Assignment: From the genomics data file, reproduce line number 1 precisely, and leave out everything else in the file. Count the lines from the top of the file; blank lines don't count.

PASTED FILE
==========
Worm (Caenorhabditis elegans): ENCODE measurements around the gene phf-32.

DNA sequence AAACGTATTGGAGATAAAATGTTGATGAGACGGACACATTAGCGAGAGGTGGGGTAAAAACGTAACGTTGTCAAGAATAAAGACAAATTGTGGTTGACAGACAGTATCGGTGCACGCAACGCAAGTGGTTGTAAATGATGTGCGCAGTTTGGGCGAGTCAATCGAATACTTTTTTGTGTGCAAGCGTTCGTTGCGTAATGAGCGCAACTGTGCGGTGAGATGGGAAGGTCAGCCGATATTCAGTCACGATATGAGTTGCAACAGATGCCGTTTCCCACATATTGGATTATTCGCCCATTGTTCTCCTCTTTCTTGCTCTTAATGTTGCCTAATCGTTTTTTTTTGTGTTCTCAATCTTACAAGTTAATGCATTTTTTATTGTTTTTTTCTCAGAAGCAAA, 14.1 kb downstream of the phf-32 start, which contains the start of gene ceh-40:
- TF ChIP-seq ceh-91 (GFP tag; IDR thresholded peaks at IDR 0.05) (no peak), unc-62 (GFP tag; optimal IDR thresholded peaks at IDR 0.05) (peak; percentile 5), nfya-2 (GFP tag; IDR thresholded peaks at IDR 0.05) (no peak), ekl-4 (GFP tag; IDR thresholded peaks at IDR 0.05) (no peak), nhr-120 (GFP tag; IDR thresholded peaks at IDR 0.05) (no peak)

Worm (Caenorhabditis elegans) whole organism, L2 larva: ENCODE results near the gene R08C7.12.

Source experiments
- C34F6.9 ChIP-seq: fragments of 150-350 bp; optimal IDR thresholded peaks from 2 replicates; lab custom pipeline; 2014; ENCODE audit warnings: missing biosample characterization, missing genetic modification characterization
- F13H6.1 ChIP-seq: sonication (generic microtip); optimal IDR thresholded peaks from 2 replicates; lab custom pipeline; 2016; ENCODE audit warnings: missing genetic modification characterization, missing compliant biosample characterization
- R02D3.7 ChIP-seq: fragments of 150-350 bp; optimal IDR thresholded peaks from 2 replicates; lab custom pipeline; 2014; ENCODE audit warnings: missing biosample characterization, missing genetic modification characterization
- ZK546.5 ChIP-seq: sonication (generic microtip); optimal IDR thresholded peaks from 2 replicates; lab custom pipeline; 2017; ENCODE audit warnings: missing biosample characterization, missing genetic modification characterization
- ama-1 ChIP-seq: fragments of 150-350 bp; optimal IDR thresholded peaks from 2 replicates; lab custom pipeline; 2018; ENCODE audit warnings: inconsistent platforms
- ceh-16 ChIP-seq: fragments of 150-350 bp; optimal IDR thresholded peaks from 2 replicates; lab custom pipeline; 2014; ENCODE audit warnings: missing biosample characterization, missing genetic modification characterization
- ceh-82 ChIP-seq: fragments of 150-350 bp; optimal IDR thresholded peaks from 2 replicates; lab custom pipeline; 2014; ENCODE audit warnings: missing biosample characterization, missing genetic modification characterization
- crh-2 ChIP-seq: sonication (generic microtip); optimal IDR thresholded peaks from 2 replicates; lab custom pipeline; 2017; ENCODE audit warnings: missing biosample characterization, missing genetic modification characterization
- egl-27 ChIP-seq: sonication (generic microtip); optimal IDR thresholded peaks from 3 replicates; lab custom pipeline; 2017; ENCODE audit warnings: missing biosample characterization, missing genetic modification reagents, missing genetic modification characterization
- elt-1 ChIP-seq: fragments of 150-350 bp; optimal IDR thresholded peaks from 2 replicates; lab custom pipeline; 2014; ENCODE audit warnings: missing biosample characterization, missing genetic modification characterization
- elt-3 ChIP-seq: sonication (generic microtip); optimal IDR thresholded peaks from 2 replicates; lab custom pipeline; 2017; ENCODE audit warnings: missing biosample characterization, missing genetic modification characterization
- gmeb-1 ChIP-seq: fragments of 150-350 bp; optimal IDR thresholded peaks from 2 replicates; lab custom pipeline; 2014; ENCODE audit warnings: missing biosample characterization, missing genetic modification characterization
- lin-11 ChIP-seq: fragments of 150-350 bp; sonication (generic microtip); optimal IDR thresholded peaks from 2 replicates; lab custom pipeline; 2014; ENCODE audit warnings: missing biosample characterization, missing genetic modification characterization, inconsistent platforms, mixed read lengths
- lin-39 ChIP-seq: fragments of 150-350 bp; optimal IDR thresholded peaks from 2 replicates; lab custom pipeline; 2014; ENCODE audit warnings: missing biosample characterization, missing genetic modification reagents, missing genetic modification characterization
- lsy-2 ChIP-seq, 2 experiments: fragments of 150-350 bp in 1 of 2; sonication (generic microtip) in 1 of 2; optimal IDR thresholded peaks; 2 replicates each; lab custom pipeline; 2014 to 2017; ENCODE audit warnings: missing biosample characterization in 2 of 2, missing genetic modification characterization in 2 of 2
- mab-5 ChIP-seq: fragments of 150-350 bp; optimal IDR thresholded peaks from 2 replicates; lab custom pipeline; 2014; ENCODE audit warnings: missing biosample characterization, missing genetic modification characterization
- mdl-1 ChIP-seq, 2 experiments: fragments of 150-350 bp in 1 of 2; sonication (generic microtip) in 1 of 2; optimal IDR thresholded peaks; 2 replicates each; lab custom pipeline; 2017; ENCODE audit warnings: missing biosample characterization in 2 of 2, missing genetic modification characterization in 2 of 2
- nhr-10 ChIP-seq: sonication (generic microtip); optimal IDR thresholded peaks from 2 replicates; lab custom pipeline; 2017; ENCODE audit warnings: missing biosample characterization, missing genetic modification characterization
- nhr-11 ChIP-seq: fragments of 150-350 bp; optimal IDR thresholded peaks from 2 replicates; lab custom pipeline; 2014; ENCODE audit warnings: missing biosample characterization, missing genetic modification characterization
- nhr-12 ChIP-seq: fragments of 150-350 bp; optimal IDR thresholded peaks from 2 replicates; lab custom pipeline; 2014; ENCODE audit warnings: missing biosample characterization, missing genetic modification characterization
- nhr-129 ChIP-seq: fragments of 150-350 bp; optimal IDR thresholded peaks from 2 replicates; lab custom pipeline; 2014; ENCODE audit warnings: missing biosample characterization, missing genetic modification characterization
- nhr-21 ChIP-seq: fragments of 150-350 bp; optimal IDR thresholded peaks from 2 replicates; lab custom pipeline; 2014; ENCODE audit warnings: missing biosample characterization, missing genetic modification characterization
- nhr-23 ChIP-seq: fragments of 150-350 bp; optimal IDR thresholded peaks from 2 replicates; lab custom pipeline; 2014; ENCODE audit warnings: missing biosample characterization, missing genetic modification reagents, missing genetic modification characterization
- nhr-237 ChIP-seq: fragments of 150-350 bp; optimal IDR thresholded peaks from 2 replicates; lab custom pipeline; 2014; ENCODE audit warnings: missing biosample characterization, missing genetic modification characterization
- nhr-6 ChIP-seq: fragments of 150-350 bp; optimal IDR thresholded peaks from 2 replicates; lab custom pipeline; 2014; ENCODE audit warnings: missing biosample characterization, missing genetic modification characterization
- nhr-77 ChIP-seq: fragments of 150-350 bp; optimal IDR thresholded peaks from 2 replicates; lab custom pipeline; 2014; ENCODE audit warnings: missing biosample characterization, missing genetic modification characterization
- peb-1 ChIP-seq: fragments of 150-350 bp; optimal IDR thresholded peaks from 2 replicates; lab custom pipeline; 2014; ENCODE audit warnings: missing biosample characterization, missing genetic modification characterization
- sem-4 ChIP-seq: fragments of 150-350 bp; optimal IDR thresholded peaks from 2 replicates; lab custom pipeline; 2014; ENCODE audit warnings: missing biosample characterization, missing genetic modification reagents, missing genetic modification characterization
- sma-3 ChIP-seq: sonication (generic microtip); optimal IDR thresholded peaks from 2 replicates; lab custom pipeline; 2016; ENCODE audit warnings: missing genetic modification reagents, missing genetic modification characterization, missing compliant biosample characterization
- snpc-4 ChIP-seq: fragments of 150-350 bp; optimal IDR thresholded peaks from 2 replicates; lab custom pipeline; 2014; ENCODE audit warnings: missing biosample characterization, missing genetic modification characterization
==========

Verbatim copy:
Worm (Caenorhabditis elegans): ENCODE measurements around the gene phf-32.